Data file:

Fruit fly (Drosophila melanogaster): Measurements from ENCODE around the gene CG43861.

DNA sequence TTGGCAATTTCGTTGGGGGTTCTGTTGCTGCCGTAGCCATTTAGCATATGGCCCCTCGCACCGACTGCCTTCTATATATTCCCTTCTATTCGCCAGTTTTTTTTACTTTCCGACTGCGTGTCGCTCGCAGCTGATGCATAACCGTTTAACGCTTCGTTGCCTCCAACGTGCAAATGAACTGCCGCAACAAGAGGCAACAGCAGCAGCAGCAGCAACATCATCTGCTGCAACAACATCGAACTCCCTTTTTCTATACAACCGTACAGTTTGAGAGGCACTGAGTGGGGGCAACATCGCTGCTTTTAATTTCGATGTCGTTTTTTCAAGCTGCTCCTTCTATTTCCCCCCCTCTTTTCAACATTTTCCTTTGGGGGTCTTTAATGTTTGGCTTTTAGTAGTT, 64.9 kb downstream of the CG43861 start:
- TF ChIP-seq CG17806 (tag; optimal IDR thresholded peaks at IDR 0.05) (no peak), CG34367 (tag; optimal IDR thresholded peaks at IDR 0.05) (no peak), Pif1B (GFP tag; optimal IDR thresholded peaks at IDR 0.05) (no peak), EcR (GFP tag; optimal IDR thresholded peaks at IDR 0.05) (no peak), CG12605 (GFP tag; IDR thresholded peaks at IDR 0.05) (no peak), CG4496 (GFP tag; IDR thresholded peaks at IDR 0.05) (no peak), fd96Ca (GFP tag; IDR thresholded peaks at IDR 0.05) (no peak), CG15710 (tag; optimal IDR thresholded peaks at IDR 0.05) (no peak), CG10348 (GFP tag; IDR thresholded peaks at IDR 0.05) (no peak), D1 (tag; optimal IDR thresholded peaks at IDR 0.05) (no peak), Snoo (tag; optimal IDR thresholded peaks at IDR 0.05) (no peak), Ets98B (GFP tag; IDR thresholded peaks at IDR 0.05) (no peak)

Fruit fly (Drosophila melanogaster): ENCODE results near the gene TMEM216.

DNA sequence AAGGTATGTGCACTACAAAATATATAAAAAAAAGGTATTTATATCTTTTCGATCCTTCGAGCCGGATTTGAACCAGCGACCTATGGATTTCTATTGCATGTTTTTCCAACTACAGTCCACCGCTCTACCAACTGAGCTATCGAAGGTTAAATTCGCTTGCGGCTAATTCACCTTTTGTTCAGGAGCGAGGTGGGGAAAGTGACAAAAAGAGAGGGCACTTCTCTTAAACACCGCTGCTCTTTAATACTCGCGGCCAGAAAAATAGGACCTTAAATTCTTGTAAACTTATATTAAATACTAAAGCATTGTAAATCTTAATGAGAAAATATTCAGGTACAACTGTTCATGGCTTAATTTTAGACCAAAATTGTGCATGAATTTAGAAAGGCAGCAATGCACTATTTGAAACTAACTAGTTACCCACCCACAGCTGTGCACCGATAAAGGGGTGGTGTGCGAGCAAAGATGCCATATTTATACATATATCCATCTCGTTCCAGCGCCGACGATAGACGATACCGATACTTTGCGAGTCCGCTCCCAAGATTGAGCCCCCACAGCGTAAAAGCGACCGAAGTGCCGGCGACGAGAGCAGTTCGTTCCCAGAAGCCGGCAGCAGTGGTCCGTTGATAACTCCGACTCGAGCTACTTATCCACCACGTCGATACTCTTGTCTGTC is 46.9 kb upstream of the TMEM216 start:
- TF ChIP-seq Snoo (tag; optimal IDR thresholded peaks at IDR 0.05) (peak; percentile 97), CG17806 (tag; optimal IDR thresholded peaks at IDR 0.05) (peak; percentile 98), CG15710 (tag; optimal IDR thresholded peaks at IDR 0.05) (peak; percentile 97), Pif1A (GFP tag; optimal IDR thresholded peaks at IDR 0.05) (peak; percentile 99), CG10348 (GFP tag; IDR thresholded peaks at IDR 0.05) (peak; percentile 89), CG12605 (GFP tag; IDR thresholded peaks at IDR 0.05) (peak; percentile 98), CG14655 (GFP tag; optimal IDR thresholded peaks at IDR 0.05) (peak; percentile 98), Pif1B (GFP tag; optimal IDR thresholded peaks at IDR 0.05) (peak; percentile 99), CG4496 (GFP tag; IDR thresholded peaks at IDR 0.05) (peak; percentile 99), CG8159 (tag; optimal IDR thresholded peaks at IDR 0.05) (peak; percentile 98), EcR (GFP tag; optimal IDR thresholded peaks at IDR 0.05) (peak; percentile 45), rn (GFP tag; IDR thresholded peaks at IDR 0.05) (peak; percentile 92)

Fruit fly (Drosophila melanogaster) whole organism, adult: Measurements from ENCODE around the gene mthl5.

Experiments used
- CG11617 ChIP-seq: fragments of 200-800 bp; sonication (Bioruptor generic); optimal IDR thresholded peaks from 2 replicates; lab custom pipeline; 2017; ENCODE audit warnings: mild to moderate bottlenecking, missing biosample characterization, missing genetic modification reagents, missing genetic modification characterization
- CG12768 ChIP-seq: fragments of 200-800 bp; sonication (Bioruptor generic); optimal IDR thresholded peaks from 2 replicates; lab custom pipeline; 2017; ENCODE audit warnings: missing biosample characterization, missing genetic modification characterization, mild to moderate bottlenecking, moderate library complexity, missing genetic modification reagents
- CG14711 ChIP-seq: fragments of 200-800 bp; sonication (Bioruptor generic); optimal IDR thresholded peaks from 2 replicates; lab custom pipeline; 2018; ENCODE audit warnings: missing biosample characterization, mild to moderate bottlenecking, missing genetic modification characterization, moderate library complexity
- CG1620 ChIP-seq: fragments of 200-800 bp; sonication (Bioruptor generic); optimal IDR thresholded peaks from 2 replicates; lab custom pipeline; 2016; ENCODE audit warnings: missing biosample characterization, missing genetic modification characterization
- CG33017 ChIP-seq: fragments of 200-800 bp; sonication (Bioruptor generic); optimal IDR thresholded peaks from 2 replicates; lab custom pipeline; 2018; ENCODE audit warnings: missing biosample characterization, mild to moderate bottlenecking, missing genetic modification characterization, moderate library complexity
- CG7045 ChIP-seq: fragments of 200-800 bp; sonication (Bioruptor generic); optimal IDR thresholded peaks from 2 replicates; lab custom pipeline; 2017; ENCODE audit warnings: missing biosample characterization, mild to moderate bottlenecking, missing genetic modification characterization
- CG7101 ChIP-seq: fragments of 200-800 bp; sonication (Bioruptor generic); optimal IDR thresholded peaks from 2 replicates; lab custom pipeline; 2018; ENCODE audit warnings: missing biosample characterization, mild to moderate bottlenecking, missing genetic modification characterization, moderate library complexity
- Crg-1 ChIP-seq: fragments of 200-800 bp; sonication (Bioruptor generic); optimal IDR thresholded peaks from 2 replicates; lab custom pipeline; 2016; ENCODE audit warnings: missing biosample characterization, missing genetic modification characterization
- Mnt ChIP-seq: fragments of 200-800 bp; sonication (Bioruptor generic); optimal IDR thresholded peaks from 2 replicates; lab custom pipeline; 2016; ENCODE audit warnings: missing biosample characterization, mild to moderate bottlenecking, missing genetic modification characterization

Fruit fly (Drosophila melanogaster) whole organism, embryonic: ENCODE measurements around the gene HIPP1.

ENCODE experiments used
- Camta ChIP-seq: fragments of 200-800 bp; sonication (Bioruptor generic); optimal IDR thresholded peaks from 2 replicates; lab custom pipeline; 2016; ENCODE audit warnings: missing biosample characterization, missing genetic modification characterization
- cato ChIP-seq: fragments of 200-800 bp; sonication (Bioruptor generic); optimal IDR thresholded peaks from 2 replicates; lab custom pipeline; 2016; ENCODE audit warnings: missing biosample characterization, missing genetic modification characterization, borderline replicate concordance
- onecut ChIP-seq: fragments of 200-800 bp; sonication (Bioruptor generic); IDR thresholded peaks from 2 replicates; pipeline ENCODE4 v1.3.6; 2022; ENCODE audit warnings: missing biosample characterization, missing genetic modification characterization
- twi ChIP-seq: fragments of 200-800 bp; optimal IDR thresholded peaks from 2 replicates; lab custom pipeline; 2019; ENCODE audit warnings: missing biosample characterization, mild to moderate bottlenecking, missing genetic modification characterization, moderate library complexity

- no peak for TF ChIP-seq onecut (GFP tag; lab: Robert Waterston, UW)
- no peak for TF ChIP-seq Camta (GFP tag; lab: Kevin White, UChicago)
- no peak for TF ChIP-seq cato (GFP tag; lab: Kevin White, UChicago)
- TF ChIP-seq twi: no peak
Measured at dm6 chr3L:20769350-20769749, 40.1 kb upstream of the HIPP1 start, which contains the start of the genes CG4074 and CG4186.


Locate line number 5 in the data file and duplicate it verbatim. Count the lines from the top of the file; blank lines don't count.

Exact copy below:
DNA sequence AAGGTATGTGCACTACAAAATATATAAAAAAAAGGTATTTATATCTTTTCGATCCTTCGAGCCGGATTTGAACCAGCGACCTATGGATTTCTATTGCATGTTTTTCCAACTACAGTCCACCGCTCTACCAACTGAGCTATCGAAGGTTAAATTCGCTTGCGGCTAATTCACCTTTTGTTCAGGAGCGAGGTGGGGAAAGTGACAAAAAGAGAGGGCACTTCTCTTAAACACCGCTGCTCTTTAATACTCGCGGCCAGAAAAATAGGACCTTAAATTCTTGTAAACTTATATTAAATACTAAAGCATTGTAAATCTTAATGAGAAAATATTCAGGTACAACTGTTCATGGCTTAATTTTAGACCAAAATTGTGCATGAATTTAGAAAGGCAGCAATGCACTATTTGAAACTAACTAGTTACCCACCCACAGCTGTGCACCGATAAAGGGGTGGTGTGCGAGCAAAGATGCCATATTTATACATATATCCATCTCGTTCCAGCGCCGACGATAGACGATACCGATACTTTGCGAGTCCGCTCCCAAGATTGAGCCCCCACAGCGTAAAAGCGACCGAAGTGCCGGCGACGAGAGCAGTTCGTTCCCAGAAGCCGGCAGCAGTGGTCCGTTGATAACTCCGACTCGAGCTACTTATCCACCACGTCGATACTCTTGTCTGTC is 46.9 kb upstream of the TMEM216 start: